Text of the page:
The first archeological site that we chose to visit was the Spruce Tree House. Just to give you an idea of the scope of the Mesa Verde archeological sites, this house represents about 1% of what is left to visit. We would be staying about 2 weeks.
The Spruce Tree house site was constructed between A.D. 1200 and 1276. It was inhabited by the Anasazi people. The Ranger told us that it is thought that it has been home for about 100 people.
The tan cliffs are composed of sandstone. This porous rock allows rain, snow and running water to slowly seep down through it. Beneath this sandstone is a layer of shale through which the moisture cannot penetrate. As a result the water reaches the shale, flows between the two layers and emerges in the form of a spring.
The pictures below will provide you with an overview of the rooms and kivas. A kiva was a ceremonial chamber. This pueblo was built into a natural cave measuring 216 feet (66 meters) at greatest width and 89 feet (27 meters) at its greatest depth.
The picture below is the first courtyard of this village. The low wall in front sets the area apart from the refuse dump which underlies the surface on which you are standing.
In the picture below you can notice the original wooden supports of a balcony.
Entrance to the rooms was gained through the rectangular T-shaped doorways.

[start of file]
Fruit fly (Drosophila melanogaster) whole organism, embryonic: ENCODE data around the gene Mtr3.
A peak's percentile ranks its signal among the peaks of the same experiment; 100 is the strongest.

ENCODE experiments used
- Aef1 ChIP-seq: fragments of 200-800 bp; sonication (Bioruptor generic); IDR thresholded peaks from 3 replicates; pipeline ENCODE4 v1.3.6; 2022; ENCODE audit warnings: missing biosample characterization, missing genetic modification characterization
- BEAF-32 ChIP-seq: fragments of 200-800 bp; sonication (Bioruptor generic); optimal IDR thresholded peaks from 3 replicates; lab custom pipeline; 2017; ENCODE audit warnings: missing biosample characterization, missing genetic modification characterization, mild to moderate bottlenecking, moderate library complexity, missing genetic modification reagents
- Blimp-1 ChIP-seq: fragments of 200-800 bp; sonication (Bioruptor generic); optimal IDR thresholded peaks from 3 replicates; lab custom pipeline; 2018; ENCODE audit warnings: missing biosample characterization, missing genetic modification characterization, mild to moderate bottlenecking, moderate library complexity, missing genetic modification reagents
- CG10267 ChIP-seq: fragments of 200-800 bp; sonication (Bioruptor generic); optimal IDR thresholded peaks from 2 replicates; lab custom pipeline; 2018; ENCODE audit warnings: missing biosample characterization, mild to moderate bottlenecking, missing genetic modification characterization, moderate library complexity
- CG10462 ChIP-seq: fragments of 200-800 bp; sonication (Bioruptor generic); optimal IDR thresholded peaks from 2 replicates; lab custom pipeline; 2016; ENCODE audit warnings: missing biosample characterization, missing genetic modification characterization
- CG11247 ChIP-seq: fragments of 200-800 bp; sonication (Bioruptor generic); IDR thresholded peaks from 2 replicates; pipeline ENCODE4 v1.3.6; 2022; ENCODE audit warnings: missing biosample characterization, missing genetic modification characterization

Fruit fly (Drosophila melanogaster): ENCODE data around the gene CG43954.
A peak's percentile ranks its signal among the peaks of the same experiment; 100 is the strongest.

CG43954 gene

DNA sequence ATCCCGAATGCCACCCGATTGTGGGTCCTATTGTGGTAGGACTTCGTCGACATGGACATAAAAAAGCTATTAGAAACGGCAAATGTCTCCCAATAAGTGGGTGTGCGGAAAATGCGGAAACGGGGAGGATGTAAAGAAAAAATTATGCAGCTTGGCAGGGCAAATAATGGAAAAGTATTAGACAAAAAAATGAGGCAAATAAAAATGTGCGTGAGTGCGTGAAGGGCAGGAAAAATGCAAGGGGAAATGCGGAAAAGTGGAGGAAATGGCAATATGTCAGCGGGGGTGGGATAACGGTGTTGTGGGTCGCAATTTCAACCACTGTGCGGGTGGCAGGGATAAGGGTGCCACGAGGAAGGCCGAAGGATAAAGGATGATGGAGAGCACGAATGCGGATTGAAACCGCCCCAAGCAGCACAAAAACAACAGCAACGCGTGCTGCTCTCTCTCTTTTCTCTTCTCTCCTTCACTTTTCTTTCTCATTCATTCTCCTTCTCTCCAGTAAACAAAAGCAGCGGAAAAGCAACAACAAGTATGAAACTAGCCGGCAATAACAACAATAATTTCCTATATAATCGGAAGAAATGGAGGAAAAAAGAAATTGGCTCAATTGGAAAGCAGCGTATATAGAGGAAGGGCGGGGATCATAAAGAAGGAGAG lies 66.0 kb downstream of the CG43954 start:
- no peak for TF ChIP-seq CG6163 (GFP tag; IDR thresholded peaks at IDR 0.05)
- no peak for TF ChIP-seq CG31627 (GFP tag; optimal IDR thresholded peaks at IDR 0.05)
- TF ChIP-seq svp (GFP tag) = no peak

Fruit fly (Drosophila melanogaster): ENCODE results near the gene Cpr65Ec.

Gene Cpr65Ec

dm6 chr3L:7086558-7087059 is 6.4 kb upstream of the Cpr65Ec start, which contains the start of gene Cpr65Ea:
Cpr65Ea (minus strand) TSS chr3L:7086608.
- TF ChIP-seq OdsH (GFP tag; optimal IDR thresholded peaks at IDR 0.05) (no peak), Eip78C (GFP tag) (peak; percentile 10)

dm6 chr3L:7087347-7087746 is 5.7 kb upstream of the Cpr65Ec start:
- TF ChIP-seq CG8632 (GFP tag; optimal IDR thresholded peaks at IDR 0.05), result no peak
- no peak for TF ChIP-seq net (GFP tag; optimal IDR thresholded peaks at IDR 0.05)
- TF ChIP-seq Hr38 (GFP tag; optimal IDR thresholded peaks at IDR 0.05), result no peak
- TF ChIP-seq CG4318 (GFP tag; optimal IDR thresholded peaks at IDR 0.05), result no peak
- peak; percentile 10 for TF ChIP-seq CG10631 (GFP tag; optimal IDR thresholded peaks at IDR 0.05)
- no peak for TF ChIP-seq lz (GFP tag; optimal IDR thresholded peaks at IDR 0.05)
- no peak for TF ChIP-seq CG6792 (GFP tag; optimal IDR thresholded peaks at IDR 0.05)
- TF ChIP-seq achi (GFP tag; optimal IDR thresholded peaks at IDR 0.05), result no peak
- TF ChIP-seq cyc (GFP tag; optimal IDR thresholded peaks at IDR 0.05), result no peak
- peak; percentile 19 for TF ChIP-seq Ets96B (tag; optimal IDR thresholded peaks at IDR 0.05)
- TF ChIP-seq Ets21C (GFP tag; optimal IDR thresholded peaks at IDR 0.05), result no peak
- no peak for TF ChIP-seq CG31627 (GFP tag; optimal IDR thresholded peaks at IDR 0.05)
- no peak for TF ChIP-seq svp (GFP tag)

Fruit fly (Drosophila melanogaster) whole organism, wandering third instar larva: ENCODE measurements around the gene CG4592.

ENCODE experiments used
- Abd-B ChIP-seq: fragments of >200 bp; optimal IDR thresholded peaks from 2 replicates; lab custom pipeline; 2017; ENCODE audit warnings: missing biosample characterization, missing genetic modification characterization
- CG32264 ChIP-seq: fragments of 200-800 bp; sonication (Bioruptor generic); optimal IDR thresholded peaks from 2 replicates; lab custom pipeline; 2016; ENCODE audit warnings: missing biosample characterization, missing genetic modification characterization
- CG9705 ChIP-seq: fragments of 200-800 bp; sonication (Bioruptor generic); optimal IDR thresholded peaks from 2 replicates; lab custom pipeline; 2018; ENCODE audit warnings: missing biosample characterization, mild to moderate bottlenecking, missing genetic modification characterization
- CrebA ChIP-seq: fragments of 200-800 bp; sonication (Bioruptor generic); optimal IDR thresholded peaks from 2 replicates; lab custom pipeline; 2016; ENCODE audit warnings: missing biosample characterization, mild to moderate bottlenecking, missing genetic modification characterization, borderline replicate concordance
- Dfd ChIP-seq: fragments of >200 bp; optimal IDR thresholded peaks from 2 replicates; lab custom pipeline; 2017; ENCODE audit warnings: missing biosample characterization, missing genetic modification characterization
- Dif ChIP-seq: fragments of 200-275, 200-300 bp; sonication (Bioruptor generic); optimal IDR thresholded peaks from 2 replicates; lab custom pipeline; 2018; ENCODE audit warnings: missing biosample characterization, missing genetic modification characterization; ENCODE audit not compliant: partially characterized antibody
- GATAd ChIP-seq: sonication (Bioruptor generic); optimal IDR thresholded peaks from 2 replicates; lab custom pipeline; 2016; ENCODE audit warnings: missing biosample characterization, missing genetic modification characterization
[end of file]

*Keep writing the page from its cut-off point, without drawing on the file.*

A kiva is still used by Pueblo people who are the descendants of the Anasazi. In modern Pueblos as well as in the past a kiva is used as a ceremonial chamber to ensure favorable growing weather, curing illness, successful hunts and harvests and so on. When no ceremonies are taking place, the kiva is used as a work area and as a social gathering place.
Here Philippe and Sabrina are trying the mano (a hand stone) to grind corn, nuts, berries and roots on a metate which is a large flat stone. As they ground the food, the soft sandstone grit was also mixed with the food. I am sure that my dentist Dr. Gile will not be impressed of this abrasive mixture that ground down the teeth!
The Anasazi then migrated to the South during the late 13th and early 14th centuries. Today the descendants of these people – the Hopi and others Pueblo dwellers – live in northern New Mexico and Arizona. Utes, Navajos and Apaches now occupy much of their domain.
In the picture below if you look closely you will be able to see a white print of an hand.